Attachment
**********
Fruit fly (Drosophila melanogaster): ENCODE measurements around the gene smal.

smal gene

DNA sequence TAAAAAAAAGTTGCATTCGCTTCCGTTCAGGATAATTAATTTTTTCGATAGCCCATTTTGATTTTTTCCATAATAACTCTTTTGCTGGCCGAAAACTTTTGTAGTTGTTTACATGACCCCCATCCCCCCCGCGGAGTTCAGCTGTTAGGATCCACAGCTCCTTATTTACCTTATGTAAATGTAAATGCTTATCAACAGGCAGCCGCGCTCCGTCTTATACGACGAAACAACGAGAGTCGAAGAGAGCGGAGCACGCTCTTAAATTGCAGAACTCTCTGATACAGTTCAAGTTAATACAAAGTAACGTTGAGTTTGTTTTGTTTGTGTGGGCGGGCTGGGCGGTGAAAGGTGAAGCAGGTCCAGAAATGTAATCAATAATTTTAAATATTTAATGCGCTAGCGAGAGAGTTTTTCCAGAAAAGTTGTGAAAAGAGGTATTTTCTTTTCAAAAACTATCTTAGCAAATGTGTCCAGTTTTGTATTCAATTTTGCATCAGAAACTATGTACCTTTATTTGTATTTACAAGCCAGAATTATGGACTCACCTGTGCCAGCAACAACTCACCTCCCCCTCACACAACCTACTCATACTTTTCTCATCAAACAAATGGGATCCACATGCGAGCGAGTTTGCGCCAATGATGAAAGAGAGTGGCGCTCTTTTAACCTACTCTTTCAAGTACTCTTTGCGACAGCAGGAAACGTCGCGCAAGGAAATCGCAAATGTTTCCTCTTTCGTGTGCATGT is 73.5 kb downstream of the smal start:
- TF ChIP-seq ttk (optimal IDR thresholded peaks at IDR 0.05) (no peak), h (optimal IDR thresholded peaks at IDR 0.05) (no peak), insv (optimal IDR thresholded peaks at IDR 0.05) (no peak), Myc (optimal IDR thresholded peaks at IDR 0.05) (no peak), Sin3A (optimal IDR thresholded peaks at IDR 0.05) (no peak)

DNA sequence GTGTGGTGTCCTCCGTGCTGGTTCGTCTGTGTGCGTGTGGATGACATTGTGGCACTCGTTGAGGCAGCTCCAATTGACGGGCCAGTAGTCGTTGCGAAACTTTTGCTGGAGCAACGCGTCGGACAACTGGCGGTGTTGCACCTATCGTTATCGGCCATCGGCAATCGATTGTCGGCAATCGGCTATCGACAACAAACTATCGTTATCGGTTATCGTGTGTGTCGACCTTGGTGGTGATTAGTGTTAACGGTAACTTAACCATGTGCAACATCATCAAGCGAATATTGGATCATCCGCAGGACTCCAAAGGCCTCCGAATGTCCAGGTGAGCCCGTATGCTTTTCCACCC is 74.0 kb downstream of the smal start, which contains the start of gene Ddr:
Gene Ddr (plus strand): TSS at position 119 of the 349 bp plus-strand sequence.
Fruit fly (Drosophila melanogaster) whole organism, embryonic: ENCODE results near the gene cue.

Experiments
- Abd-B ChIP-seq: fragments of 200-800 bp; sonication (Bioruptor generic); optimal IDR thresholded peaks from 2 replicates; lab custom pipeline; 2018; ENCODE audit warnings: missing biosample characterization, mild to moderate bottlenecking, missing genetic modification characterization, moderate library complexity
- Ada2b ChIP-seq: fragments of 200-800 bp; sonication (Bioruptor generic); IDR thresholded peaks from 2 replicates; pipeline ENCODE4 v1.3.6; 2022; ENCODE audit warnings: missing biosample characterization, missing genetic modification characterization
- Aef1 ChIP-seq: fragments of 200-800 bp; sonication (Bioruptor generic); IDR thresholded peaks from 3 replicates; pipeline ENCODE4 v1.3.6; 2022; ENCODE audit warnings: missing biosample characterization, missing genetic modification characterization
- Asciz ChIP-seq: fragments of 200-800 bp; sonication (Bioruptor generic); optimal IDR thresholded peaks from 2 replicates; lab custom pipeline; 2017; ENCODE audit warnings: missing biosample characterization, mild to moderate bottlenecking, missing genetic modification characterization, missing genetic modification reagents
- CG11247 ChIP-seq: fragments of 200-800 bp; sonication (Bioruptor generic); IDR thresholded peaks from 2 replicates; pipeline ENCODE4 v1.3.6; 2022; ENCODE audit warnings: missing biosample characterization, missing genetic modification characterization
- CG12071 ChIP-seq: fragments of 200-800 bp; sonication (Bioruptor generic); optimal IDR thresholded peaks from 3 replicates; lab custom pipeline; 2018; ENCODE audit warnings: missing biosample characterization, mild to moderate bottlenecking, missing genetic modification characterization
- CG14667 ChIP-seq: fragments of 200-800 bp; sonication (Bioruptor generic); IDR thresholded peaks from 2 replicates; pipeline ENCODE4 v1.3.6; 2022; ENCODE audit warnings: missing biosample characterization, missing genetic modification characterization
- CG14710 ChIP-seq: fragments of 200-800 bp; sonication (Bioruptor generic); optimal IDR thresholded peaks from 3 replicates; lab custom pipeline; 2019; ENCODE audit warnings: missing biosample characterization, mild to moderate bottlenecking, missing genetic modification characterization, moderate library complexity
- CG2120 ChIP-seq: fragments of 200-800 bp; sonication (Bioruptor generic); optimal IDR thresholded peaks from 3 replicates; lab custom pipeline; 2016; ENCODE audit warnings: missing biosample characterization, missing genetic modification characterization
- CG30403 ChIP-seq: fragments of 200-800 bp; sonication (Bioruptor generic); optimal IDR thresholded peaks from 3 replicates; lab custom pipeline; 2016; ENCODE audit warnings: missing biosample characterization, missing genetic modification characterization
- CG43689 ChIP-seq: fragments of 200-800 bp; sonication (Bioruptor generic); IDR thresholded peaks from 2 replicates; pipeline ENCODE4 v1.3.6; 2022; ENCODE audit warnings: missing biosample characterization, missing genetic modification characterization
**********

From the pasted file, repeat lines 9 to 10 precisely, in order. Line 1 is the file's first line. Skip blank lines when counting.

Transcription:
- Abd-B ChIP-seq: fragments of 200-800 bp; sonication (Bioruptor generic); optimal IDR thresholded peaks from 2 replicates; lab custom pipeline; 2018; ENCODE audit warnings: missing biosample characterization, mild to moderate bottlenecking, missing genetic modification characterization, moderate library complexity
- Ada2b ChIP-seq: fragments of 200-800 bp; sonication (Bioruptor generic); IDR thresholded peaks from 2 replicates; pipeline ENCODE4 v1.3.6; 2022; ENCODE audit warnings: missing biosample characterization, missing genetic modification characterization